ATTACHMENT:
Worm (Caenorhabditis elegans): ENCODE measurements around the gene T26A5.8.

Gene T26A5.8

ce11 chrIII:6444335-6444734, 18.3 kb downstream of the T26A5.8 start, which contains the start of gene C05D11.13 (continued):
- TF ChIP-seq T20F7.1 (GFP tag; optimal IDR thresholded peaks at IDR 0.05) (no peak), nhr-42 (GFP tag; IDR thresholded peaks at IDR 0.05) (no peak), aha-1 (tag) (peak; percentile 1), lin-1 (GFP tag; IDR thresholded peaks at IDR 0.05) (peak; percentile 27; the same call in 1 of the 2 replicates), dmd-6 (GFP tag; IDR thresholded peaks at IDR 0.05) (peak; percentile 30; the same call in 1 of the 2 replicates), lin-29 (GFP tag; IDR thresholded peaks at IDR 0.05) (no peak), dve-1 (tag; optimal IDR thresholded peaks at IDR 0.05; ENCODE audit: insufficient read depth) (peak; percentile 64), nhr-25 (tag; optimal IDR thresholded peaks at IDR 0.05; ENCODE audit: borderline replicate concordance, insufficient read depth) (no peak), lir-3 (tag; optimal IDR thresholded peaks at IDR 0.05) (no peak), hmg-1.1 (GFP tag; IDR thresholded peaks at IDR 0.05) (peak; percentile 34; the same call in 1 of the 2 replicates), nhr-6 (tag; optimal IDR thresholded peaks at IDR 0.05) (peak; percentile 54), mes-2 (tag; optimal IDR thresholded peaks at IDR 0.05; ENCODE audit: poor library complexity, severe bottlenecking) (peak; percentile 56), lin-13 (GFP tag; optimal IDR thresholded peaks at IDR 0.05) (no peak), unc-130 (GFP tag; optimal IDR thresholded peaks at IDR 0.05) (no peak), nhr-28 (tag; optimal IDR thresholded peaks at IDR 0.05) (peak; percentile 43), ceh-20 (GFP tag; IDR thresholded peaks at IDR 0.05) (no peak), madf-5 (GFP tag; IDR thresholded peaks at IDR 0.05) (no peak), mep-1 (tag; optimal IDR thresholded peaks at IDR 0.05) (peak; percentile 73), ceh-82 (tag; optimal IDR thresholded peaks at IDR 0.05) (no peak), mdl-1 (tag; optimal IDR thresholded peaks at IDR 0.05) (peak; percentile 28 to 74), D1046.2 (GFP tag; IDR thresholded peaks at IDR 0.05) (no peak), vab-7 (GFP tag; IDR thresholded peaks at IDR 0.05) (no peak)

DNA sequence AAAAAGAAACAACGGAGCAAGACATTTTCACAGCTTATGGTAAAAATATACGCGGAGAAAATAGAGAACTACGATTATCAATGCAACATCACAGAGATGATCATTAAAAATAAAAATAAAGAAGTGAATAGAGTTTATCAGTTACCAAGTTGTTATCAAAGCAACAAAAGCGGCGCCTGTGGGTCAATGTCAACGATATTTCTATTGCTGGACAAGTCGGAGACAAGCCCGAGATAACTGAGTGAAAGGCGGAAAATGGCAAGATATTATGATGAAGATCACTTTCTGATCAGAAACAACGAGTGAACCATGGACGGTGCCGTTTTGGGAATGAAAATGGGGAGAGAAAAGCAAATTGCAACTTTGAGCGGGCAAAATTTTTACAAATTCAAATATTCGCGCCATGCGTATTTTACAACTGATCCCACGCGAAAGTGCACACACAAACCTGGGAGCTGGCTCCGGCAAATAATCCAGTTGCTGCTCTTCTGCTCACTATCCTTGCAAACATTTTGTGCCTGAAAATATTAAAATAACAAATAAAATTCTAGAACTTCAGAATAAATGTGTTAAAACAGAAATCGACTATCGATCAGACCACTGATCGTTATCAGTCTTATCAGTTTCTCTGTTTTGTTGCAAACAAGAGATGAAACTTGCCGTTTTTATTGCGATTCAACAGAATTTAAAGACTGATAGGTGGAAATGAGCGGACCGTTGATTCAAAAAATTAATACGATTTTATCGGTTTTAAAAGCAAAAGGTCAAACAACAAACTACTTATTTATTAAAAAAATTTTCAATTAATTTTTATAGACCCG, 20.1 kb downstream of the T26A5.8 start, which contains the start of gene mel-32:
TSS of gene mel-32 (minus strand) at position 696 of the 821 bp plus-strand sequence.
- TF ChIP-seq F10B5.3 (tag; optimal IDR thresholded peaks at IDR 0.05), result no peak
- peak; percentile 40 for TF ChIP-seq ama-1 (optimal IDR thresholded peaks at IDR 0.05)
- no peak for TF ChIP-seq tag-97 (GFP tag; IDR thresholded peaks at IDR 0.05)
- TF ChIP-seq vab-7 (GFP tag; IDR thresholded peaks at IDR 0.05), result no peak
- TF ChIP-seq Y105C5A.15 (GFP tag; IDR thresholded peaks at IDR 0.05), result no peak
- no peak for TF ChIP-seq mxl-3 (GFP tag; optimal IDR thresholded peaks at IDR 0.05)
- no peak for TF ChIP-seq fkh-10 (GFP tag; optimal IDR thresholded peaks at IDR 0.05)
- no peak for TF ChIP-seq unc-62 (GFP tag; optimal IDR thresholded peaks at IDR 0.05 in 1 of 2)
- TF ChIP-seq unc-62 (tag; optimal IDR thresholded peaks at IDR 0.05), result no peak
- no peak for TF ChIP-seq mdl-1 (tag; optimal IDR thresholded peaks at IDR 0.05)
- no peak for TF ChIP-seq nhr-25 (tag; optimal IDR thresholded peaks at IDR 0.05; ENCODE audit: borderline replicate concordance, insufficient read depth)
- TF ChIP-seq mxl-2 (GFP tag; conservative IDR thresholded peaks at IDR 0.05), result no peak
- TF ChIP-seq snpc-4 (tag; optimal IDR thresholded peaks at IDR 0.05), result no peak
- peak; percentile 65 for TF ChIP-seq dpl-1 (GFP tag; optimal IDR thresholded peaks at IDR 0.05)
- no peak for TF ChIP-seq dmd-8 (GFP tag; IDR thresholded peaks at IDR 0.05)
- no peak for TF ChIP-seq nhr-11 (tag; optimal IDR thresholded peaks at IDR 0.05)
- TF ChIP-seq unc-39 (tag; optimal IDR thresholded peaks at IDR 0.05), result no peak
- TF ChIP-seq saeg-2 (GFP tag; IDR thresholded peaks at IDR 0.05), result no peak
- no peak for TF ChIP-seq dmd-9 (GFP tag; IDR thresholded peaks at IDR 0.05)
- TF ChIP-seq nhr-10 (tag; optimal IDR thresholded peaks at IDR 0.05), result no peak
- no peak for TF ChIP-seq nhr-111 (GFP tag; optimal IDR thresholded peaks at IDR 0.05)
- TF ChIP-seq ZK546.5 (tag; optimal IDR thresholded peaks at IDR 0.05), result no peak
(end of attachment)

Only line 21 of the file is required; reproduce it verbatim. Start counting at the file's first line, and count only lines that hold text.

- no peak for TF ChIP-seq dmd-8 (GFP tag; IDR thresholded peaks at IDR 0.05)